DICK & Y UM Y UM S T. HAMILTON S AR A S ANI
kateboarding has come a long way since itâ€™s inception. From the pools to the skateparks, from the skateparks to the streets, and back again; skateboarding is always mutating, an all terrain urban beast. It seems strange to think of the days when we would even use the term 'street skating' â€“ it's hard to imagine a time when anyone did anything else. What else are skateboards made for than exploring and interpreting the hard concrete surfaces that swallow our cities? Even now that vert is coming back in such a massive way, it is still attacked in the same way as the streets. The tricks, developed after years of broken bones and blood, are being taken back to the ramps again, just taking away the pads. These days, vert is where the shit gets real. It isn't for everyone.
Street skating in comparison has its roots in accessibility. It began with kids like Tommy Guerrero, taking what was available at the time and making it their own, an extension of their own expression. Future Primitive,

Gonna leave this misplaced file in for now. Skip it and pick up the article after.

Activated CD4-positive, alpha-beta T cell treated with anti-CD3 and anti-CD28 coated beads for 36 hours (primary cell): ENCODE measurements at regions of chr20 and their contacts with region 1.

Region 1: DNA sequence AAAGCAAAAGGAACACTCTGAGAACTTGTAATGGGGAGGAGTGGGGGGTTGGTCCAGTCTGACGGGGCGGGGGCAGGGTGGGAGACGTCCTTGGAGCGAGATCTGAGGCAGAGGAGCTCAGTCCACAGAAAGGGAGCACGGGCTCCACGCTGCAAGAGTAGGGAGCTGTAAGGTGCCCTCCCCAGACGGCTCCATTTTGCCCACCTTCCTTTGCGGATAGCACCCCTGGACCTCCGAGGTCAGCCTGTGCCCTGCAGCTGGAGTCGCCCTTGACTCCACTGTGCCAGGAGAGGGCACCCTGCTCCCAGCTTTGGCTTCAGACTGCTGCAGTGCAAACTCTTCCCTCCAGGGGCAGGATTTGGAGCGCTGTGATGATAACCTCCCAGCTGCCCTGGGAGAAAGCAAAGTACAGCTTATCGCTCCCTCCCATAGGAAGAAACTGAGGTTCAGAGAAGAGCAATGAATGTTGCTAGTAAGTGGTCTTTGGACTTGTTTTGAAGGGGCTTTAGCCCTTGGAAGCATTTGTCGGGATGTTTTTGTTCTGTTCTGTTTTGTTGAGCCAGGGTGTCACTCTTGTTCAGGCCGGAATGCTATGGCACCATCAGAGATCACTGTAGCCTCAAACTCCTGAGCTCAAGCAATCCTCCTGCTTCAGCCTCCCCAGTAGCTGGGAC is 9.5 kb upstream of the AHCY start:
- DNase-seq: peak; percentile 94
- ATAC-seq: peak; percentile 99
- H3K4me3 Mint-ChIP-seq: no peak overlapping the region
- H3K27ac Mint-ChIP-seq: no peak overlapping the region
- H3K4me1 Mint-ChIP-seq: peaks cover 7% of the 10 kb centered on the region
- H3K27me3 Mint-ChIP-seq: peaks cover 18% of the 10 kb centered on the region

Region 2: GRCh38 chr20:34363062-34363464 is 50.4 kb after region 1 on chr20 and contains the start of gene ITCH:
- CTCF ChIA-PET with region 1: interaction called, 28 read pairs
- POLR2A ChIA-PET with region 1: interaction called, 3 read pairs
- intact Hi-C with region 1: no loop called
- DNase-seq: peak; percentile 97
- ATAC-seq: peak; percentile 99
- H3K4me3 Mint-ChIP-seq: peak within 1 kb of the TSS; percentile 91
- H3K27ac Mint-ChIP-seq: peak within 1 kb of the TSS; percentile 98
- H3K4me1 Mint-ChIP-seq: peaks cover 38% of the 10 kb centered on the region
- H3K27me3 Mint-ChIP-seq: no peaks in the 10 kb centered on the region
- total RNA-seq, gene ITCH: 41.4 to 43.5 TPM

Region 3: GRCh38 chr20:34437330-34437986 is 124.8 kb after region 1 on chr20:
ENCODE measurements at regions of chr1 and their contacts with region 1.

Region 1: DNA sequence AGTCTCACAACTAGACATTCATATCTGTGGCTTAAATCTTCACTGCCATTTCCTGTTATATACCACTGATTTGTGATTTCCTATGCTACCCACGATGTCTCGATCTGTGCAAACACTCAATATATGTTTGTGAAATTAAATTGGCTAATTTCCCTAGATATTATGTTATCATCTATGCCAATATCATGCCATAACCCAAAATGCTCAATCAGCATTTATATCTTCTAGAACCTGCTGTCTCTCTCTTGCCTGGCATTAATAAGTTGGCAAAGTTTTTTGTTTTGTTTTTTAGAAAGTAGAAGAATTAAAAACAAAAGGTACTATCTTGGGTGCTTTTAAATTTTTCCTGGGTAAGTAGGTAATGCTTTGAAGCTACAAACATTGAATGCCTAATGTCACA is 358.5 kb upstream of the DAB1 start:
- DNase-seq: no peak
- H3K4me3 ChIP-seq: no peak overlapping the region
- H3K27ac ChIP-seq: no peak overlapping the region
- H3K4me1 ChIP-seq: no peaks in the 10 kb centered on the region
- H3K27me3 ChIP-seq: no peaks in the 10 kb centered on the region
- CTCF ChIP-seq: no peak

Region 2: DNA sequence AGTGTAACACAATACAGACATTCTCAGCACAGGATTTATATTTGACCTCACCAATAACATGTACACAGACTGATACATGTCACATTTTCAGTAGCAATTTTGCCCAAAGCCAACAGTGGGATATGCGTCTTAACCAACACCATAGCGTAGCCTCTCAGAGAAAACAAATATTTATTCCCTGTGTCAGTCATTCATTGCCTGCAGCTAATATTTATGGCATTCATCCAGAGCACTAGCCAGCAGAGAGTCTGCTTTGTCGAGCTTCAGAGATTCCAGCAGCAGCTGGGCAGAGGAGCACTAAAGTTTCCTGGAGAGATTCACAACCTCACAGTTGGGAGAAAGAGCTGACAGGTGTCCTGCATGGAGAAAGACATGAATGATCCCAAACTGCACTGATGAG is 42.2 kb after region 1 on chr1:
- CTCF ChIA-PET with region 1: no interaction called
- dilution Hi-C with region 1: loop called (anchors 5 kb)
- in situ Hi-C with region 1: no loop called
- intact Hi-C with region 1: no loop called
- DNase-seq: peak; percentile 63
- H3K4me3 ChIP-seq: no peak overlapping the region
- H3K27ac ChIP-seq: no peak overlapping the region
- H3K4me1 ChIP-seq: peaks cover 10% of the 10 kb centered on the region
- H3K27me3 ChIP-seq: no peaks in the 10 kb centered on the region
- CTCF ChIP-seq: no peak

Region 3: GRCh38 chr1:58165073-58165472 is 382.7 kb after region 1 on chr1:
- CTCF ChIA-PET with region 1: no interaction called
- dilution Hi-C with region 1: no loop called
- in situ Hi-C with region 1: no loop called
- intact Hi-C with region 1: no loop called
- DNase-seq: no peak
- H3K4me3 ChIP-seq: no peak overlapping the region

the epic Bones Brigade video, which is enjoying a rebirth thanks to the recent Bones Brigade documentary, is a defining moment. Watching Tommy Guerrero bomb the San Francisco hills, popping curbs and that jaw dropping ollie over the flowerbed, is the moment when kids around the world, stuck in shit boring suburbs and dead-end small towns with nothing to do, finally realised what skateboarding could be, what they could make it. Looking at his video part in this context, Tommy Guerrero is a seminal influence on an entire generation. But of course, skateboarding started somewhere for him as well. Tommy Guerrero came up in skateboarding at time when the culture was literally hanging in the balance. 'Thrasher, Independent Trucks, Powell and Stacy Peralta and people like that knew that for skating to happen again, it had to be taken to the streets,' he explains. 'That was around the time when all the skate parks closed and we went back to the streets. I grew up skating the streets. We had some skate parks in the South Bay and we would skate them. We would go take a bus down there but when they all closed, it all went back to the streets.
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